Difference Between Scientific Management And Human Relations

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Floris Witteveen - s2569734 Written assignment 4
1) What are the most important theoretical differences between Taylor’s Scientific management and the ‘human relations’ school of thought in early organization theory (e.g. the work by Mary Parker Follett and Elton Mayo)? Please utilize a table to summarize the theoretical differences.
Scientific management, according to Taylor (1967 [1911]), is the idea that one single way to handle work as well as organization exists, based on science that is done in field of management to detect certain standardized processes. (Clegg, Kornberger, Pitsis, 2011, 558). The idea implies that every single process can be either explained or solved by means of research.
The Human Relations school of thought is
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While the first theory thinks of an organization more as a system, the second is all about relations between people inside the organization.
2) What are the key drivers of organizational engagement in corporate social responsibility (CSR)? Utilizing different approaches to business ethics, as described in the book, reflect in what ways these drivers are ethically right or wrong.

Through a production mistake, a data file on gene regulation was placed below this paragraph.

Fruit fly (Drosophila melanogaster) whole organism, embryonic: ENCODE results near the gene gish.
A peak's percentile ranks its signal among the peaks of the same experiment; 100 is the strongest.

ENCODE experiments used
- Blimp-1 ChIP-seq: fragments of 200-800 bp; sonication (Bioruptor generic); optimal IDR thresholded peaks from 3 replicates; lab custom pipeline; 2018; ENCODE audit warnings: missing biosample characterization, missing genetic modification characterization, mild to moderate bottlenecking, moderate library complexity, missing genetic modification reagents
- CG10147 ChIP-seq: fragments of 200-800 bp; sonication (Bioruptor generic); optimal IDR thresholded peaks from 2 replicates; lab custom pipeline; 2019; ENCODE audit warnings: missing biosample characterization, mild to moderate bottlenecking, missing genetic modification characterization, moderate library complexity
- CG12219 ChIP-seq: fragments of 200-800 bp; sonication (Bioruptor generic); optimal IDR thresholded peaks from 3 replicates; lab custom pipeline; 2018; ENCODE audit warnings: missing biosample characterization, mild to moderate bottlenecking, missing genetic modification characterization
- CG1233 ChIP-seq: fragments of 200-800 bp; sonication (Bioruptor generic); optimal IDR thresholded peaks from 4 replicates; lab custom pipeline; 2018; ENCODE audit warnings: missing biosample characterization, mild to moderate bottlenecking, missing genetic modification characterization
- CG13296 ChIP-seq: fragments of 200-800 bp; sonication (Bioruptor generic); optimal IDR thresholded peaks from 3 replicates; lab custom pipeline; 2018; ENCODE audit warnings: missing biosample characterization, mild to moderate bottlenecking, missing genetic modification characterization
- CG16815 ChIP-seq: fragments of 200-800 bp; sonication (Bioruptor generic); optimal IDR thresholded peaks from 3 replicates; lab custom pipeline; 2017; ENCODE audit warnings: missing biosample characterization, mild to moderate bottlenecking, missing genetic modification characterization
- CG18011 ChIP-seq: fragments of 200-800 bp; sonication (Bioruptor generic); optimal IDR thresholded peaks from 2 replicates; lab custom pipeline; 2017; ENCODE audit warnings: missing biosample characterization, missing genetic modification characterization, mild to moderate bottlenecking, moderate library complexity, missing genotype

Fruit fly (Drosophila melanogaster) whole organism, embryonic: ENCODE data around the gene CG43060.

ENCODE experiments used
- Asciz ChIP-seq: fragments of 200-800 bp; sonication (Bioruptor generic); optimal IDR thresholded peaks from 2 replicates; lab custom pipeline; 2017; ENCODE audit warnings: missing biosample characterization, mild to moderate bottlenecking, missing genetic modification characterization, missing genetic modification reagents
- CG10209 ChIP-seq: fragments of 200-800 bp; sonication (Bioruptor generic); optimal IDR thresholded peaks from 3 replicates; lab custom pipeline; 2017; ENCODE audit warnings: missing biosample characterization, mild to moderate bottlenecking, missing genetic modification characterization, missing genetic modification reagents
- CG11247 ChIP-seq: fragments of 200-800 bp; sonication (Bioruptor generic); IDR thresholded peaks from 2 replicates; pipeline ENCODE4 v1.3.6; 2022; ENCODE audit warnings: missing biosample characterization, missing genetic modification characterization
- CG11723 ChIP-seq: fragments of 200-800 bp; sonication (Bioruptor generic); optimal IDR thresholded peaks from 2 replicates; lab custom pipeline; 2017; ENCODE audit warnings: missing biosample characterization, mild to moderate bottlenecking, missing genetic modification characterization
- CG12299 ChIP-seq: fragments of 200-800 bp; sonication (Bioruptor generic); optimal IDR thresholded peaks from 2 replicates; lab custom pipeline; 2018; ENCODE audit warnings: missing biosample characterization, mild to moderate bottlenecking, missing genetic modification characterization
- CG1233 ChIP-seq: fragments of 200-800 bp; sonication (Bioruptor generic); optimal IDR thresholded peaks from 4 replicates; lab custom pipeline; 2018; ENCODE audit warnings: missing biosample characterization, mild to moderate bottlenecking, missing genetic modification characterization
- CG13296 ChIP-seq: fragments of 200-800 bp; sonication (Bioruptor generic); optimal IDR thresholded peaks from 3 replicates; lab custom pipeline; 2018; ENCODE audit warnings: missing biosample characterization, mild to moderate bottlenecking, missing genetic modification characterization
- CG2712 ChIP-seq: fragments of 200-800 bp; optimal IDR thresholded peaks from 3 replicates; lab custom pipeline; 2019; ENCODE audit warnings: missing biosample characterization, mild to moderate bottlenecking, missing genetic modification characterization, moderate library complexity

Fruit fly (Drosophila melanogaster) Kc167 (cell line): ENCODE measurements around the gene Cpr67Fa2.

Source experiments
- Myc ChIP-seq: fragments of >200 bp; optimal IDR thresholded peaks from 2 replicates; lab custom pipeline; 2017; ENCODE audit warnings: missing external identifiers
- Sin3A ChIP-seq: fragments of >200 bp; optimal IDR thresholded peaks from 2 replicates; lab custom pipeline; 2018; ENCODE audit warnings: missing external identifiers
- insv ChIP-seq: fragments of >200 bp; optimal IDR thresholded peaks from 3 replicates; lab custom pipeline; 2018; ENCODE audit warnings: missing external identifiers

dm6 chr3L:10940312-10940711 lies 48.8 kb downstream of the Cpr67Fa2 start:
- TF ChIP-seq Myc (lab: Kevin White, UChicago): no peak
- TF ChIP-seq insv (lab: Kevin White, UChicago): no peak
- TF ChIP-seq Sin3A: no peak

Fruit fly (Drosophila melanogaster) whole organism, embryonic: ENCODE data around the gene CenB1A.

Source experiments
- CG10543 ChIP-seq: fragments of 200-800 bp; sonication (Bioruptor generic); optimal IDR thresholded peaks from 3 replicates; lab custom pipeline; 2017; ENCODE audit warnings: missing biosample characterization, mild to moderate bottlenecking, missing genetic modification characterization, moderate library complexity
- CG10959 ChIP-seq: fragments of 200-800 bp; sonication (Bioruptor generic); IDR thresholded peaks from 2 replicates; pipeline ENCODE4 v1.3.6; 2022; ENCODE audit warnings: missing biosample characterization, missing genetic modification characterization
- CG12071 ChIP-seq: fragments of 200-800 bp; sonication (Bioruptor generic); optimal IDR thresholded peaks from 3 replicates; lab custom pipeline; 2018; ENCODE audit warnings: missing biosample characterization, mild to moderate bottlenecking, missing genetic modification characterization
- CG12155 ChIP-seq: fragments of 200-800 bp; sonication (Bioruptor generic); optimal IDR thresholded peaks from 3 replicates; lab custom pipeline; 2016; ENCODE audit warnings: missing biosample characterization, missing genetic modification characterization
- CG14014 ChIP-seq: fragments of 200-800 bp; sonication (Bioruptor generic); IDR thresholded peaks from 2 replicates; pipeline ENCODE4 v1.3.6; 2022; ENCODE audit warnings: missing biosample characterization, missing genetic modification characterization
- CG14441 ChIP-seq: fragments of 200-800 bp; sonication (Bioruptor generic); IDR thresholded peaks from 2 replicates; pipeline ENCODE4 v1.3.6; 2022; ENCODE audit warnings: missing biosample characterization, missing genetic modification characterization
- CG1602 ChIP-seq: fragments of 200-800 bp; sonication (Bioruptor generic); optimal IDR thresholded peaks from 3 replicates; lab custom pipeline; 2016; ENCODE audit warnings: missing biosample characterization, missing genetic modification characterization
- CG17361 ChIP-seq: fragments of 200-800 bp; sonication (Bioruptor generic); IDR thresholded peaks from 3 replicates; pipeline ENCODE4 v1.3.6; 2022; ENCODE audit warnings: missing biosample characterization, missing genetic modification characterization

Corporate social responsibility takes place if organizations are adhering to legal and other set standards, to do business in a way that considers multiple terms like e.g. the environment, social costs and benefits, and economical impact for the welfare of the society it is situated in (Clegg et al. 2011, 503). Ethics is the process of reflection on either good or bad past behavior, and thus business ethics is the reflection on either good or bad decisions in organizations (Clegg et al. 2011, 500).
There are certain drivers of organizational engagement that have an effect on corporate social responsibility (Clegg et al. 2011, Ch. 11). Ethics, instrumental and stakeholders are the three main drivers for
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(Clegg et al. 2011, Ch. 11). Some of the consequences of the instrumental driver include the possibility for higher profit, doing good for society but also can lead to self interest for organizations (Clegg et al. 2011, 508). The instrumental driver will not always work, though. When competitive organizations are actively using this driver no company will be unique (Clegg et al. 2011, Ch. 11). To be ethical, the organization shall thus utilize the instrumental driver in a successful way. The effect of instrumental driver will due to the competiveness of the companies be small, and because the effect on CSR will be small therefore be less

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